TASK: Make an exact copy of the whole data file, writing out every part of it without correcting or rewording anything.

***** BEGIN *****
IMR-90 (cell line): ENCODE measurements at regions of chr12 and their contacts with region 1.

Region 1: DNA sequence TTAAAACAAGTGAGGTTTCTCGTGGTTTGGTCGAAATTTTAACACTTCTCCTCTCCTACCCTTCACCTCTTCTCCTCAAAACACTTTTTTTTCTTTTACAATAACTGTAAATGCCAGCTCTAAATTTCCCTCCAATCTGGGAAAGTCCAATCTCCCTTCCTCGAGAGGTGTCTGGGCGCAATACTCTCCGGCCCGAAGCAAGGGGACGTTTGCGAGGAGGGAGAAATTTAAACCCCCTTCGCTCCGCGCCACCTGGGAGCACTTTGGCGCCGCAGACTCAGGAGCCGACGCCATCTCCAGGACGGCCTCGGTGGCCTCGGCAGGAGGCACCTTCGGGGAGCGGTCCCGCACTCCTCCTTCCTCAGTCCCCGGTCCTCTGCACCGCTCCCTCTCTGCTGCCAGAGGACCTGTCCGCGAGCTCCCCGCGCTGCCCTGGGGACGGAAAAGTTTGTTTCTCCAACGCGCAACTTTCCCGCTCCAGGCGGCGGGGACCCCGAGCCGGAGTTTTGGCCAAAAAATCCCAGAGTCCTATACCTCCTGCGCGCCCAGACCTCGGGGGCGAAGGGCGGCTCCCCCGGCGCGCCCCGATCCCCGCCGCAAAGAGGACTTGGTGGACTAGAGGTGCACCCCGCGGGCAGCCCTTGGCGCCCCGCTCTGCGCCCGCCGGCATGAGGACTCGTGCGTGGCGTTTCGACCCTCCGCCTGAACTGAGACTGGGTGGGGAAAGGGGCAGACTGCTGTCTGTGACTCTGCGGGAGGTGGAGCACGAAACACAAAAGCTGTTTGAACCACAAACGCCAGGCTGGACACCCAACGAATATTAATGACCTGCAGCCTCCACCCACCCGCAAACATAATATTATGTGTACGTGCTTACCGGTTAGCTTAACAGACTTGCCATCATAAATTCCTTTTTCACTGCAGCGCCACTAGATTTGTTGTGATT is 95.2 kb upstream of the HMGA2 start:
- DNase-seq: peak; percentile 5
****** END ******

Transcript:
IMR-90 (cell line): ENCODE measurements at regions of chr12 and their contacts with region 1.

Region 1: DNA sequence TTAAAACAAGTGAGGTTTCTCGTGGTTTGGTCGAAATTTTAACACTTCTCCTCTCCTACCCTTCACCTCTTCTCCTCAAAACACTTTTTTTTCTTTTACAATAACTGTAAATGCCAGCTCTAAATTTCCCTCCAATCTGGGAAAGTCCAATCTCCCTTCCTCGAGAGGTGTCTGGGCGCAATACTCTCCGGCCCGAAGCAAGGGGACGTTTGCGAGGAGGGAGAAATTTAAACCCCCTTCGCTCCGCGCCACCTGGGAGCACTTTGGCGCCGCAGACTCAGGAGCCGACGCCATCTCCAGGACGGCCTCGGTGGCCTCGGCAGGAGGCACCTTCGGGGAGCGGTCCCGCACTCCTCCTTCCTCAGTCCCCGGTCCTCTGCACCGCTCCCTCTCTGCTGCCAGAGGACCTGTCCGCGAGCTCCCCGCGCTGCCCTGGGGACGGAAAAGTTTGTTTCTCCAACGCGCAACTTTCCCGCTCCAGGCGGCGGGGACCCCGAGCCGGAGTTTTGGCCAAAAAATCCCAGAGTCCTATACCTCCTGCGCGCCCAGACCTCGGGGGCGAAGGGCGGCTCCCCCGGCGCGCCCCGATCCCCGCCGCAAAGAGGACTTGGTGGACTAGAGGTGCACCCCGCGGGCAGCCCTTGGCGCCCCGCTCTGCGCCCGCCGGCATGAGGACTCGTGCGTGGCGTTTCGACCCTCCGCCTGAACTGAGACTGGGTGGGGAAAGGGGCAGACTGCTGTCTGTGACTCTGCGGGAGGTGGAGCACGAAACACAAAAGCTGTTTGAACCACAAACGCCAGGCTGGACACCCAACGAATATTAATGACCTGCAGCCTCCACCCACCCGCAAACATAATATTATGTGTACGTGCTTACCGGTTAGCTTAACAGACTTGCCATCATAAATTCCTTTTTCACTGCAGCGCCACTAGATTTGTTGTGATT is 95.2 kb upstream of the HMGA2 start:
- DNase-seq: peak; percentile 5